Cryptocurrency exchange Poloniex has announced it is delisting a record 17 altcoins effective May 2. The community needs to know why.
Cryptocurrency exchange Poloniex has announced it is delisting a record 17 altcoins effective May 2. This development saw the value of most of these altcoins dip significantly.
Both users and developers have sought an explanation from Poloniex, which has so far not been forthcoming. The exchange, in fact, is not under any obligation to do so, notes co-founder of SatoshiLabs, Alena Vranova.
According to Vranova, the decision taken by Poloniex was completely legitimate.
“Maintaining each coin comes with some overhead and I’d assume in the case of Poloniex the revenues from those altcoins trading were not sufficient to cover the expenses.”
However, she notes that it is very important for Poloniex now that their users will be given enough notice and time to withdraw their altcoins to their wallets.
Vranova also notes that the problem of most altcoins is that their developers do not maintain the infrastructure needed to actually use their coin.
Possible court case
Dana Coe of BitLox is asking whether the holders of these coins on Poloniex can transfer their coins to another platform.
In Coe’s opinion, if holders are able to withdraw the coins to anywhere else, then what Poloniex has done is unfortunate for the coins being delisted. However, he describes it as a hazard one takes when using such a service.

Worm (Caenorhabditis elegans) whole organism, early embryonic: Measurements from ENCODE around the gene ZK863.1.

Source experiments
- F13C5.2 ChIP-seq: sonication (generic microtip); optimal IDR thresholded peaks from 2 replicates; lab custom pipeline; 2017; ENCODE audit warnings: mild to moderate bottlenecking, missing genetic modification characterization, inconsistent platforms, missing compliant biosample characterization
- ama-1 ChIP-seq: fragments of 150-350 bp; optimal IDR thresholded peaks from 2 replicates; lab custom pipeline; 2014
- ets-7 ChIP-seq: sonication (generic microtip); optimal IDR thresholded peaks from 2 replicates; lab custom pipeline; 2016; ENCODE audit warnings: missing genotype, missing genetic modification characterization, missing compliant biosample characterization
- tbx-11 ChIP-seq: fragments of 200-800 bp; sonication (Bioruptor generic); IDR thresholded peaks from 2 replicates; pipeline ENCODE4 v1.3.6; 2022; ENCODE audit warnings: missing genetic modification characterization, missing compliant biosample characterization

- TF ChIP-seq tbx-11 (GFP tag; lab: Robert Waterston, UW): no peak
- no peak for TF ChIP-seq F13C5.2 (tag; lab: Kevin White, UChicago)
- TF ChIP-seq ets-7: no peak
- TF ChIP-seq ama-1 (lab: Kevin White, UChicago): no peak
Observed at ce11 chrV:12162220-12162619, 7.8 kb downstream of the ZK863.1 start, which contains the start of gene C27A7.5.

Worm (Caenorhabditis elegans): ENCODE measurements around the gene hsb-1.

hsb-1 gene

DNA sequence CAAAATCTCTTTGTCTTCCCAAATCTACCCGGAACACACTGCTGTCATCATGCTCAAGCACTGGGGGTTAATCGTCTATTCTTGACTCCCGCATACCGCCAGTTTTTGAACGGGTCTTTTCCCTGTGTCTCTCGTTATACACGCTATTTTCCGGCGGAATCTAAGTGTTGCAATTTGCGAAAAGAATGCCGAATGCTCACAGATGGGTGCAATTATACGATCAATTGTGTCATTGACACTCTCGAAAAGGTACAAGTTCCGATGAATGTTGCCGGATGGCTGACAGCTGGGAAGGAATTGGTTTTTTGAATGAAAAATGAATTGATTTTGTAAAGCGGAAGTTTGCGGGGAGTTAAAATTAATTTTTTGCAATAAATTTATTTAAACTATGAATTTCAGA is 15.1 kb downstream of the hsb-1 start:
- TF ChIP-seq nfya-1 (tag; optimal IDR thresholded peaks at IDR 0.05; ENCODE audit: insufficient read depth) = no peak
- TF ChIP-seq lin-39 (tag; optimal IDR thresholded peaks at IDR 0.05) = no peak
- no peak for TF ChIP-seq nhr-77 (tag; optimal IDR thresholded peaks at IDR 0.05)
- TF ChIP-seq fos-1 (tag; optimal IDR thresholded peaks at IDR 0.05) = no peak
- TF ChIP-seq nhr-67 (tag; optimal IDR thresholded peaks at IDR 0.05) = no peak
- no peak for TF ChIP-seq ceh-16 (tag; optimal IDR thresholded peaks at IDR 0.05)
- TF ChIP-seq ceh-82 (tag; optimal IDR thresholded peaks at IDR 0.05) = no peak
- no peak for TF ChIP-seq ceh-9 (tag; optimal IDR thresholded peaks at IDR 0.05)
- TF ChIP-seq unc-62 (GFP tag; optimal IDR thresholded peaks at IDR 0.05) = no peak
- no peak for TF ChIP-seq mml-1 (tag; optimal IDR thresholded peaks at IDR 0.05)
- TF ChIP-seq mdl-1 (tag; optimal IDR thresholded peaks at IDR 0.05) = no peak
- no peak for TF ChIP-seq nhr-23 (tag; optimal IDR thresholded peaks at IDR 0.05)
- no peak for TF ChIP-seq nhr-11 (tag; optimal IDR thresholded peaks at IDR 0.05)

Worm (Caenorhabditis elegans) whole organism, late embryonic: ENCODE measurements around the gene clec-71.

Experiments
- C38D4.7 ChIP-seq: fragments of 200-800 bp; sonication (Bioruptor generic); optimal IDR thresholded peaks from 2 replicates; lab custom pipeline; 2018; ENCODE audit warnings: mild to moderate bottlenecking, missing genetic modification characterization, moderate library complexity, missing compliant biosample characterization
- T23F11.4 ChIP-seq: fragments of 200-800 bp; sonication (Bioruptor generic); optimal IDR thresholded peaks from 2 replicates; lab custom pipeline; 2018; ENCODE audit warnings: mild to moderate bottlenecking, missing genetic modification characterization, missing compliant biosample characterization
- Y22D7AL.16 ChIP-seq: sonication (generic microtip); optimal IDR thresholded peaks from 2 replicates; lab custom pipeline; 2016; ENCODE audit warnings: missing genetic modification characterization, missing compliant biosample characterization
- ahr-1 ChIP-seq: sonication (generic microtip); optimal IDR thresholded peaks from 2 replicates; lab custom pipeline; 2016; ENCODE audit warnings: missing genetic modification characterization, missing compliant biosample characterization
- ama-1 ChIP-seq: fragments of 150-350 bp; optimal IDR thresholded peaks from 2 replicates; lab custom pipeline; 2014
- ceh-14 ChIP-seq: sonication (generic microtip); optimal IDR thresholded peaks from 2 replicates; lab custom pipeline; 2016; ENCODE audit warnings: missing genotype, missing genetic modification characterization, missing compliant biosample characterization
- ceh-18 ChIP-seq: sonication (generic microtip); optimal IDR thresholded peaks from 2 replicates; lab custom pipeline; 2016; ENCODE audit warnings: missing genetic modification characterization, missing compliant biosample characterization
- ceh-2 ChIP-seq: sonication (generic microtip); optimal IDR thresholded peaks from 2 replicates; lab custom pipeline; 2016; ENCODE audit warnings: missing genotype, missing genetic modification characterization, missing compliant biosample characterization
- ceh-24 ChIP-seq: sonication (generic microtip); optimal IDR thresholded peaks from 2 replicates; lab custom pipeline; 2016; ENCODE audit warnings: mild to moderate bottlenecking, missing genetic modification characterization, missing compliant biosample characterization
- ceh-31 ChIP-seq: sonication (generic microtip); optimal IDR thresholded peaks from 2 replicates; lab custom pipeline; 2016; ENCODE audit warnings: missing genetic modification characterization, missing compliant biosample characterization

On the other hand, Coe notes that if the coins cannot be withdrawn, then the action by Poloniex certainly makes for a possible civil liability case.
The final possibility, Coe notes, is if the coins in question do not have a desktop or other type of client where the coins can be transferred to, it would imply that the developers may not have been dedicated to their coin.
Coe doesn’t agree with the view that Poloniex may have manipulated these coins before delisting. He says:
“The allegations of Poloniex artificially “pumping” these coins prior to delisting them should be taken with a grain of salt, as many of these coins are of such a market cap or trading volume that just a few dedicated actors (not necessarily the exchange itself) can cause tremendous swings in value. It would appear that (to Poloniex at least) such swings are not a desirable trait for coins they want to list.”
Coe also notes that some transparency would go a long way in defusing allegations being made by the community regarding Poloniex’s behavior. Such transparency, according to him, will naturally provide answers to questions such as: If Poloniex is acting as a truly neutral party by being an exchange, why would such volatility be an issue at all? Why would they care? Is there some esoteric liability law that pertains to allowing such volatility to take place on their exchange?
“All in all, I understand that the criteria for delisting may be fluid according to the situation at hand,” concludes Coe.